Church of Monte Oliveto

Monte Oliveto, a hill just outside the city gate of San Frediano, in earlier times was known as Monte del Bene, a toponym that it owed not so much to the olive groves cultivated along its slopes, but to its historic sacred associations. A monastery was founded there in 1337 by the Benedictine order of the Olivetans. In 1373 the monks were also entrusted with the running in commenda of the Abbey of San Miniato al Monte. The monastery’s church, dedicated to Saint Bartholomew, was enlarged in 1454 in the style of the architect Michelozzo, giving it the form in which it can still be seen today, although it underwent further expansions over the course of the centuries. When Cosimo I began his project of building fortifications on Mount Oliveto around 1553, the monks moved to the Church of San Michele Berteldi in the heart of Florence. They returned to their monastery on the hill in 1592, and in the same year entered into possession of the church and priory of Sant’Apollinare. The monastery on Mount Oliveto was closed by the Olivetan order in 1866, after which it was commandeered and used as a military hospital for infectious diseases until 1997 (the poet Umberto Saba was treated there around 1907). At present the building lies abandoned and in a state of increasing dilapidation, but it has been chosen by the municipality for restoration as an Area di Trasformazione.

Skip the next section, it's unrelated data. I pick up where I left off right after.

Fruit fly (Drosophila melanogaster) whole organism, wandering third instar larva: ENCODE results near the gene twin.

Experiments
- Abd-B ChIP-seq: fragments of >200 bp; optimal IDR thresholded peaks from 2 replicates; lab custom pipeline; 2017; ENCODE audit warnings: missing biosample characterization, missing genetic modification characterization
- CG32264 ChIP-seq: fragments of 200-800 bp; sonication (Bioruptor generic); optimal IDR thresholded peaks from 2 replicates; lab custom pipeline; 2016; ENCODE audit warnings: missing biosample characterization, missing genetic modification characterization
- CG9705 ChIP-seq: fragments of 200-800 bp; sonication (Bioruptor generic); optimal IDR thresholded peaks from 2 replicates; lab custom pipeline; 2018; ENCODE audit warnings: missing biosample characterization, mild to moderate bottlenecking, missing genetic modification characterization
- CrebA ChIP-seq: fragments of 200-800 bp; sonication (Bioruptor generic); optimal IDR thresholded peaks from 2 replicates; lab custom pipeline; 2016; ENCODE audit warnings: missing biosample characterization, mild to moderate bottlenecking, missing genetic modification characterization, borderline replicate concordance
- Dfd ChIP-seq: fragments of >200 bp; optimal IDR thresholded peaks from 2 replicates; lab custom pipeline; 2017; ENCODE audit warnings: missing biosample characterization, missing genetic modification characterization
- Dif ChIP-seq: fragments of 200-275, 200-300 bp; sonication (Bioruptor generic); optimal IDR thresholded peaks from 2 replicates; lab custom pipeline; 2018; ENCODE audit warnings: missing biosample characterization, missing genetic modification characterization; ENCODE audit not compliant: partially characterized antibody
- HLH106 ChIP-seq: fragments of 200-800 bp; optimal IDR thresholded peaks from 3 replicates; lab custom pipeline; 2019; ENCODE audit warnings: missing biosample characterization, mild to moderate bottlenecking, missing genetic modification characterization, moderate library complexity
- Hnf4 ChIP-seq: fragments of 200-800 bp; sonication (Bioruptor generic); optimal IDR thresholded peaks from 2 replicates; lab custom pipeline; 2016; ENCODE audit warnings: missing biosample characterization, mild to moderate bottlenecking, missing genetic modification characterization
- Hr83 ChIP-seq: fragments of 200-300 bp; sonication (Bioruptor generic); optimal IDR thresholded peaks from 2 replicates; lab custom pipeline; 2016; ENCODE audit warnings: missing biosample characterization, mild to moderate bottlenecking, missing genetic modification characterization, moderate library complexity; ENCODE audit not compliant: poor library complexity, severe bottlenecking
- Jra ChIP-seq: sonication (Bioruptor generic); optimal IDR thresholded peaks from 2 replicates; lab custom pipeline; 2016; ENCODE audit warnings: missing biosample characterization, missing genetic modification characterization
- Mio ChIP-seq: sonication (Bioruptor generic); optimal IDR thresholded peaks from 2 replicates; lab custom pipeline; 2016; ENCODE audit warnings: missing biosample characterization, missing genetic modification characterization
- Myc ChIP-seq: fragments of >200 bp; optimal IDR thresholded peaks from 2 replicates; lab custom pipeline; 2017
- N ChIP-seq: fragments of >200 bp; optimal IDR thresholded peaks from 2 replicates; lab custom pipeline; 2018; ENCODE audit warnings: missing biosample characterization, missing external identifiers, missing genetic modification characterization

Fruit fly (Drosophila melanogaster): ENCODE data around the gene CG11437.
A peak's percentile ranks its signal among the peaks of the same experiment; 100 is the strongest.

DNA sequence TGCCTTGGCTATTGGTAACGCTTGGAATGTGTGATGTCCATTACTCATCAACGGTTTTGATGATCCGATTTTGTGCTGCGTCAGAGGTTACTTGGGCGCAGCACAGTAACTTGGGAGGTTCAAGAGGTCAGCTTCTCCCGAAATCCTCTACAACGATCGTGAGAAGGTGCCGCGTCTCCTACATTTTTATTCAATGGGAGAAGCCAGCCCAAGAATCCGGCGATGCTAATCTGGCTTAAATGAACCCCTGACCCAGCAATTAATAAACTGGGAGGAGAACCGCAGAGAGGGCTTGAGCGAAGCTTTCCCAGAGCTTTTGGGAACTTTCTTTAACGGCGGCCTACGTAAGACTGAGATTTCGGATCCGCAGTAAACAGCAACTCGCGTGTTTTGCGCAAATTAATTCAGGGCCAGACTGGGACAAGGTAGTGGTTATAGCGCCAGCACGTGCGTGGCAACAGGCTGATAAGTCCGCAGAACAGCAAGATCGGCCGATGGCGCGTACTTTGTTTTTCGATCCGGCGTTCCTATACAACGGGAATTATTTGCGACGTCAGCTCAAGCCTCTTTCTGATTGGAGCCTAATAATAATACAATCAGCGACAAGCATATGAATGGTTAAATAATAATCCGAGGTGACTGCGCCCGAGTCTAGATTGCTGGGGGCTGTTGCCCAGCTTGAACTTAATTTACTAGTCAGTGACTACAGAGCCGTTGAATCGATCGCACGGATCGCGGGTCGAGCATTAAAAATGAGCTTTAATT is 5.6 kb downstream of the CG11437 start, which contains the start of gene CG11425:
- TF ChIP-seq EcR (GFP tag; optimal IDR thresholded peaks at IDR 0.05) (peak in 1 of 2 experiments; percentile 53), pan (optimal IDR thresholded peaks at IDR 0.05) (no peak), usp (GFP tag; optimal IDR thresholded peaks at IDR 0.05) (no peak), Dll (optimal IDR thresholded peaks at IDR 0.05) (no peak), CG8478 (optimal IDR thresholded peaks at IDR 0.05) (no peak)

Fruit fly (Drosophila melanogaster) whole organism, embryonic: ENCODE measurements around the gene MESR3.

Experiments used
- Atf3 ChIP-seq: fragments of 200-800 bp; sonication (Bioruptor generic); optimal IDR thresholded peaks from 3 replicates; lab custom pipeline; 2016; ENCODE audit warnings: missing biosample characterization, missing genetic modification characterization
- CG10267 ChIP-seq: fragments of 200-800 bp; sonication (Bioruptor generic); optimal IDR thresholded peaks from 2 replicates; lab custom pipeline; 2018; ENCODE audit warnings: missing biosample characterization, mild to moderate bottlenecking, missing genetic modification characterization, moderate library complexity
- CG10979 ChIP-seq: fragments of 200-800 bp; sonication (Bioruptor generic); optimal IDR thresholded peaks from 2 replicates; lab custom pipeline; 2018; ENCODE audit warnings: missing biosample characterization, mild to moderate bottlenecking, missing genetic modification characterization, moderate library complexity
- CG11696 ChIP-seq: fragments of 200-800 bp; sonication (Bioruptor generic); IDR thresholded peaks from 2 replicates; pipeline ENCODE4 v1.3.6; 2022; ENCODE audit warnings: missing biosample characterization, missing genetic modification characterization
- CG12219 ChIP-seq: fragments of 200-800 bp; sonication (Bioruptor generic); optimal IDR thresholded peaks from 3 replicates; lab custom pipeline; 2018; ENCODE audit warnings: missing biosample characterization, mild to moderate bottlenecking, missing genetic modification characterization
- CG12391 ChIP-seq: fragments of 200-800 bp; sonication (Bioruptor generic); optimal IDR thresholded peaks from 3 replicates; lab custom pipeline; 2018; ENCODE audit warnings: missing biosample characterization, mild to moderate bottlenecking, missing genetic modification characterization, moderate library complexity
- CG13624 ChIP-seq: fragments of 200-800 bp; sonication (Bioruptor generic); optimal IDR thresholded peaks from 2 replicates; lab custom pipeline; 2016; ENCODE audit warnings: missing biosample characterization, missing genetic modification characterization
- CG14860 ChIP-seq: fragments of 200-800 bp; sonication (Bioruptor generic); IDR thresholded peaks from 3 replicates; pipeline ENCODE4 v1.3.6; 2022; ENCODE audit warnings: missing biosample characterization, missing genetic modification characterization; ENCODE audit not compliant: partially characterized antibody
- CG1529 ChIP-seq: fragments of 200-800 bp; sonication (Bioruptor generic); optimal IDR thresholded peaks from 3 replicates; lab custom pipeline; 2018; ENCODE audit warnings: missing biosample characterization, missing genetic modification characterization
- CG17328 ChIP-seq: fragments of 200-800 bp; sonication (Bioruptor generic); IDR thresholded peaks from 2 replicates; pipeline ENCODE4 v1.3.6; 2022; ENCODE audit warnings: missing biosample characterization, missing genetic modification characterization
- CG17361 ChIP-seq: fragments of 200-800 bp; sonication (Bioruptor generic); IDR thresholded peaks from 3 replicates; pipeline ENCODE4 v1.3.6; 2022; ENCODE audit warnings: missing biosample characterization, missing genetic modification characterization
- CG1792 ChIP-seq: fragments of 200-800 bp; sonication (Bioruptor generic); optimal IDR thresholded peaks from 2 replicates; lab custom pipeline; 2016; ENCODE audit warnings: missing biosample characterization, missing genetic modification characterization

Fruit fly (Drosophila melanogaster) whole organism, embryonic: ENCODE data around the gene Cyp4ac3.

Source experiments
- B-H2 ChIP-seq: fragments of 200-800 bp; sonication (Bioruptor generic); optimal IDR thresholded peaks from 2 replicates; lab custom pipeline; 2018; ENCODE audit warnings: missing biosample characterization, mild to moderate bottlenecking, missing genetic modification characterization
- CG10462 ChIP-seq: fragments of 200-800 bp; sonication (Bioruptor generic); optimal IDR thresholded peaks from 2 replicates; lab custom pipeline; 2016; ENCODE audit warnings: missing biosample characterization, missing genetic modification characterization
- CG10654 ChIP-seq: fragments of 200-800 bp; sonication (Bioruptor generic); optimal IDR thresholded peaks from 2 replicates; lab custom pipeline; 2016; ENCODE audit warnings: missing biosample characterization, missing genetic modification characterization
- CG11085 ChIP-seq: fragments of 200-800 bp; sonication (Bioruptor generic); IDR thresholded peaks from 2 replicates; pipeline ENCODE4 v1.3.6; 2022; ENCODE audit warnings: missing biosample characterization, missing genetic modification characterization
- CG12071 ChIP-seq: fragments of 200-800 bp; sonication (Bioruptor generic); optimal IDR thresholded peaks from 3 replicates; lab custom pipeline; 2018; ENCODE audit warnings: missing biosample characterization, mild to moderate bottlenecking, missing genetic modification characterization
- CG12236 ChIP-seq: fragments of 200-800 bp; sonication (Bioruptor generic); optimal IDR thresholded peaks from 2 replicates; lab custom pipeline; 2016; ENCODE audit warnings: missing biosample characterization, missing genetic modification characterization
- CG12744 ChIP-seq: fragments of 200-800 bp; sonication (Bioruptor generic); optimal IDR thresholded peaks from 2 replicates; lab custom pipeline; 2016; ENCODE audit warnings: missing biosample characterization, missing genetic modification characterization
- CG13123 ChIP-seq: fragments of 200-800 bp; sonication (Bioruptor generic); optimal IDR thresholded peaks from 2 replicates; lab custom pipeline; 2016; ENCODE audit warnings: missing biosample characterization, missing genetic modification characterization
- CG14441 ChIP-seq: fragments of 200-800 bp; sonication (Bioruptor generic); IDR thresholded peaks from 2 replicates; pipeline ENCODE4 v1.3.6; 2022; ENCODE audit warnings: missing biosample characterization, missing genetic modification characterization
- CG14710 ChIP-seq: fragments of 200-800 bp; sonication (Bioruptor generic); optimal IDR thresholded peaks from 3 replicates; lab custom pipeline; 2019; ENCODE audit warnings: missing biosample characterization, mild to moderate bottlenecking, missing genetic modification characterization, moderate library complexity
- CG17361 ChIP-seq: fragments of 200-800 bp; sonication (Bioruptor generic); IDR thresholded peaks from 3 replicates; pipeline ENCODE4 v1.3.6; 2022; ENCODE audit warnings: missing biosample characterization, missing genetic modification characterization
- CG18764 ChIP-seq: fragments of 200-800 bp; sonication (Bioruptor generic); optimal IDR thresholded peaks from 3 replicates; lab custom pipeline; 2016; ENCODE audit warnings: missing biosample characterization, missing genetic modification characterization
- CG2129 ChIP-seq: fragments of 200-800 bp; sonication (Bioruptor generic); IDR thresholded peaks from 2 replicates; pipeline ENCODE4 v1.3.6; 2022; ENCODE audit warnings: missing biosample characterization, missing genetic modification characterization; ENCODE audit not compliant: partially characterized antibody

The Church of San Bartolomeo contained many noteworthy works of art, among them an Annunciation by Leonardo. This work was moved in 1867 to the Uffizi, while others remain, including a fresco of the Last Supper by Sodoma dating to around 1515 (which has been detached from the wall of the refectory) together with the artist’s preparatory drawing.
hen the monastery was closed, the church fell under the tutelage of the Soprintendenze per le belle arti and the Olivetan monks continued to celebrate mass there. The church is now opened to the public for special occasions such as religious celebrations and guided tours.

Texts by
Alessandro Vezzosi, in collaboration with Agnese Sabato / English translation by Catherine Frost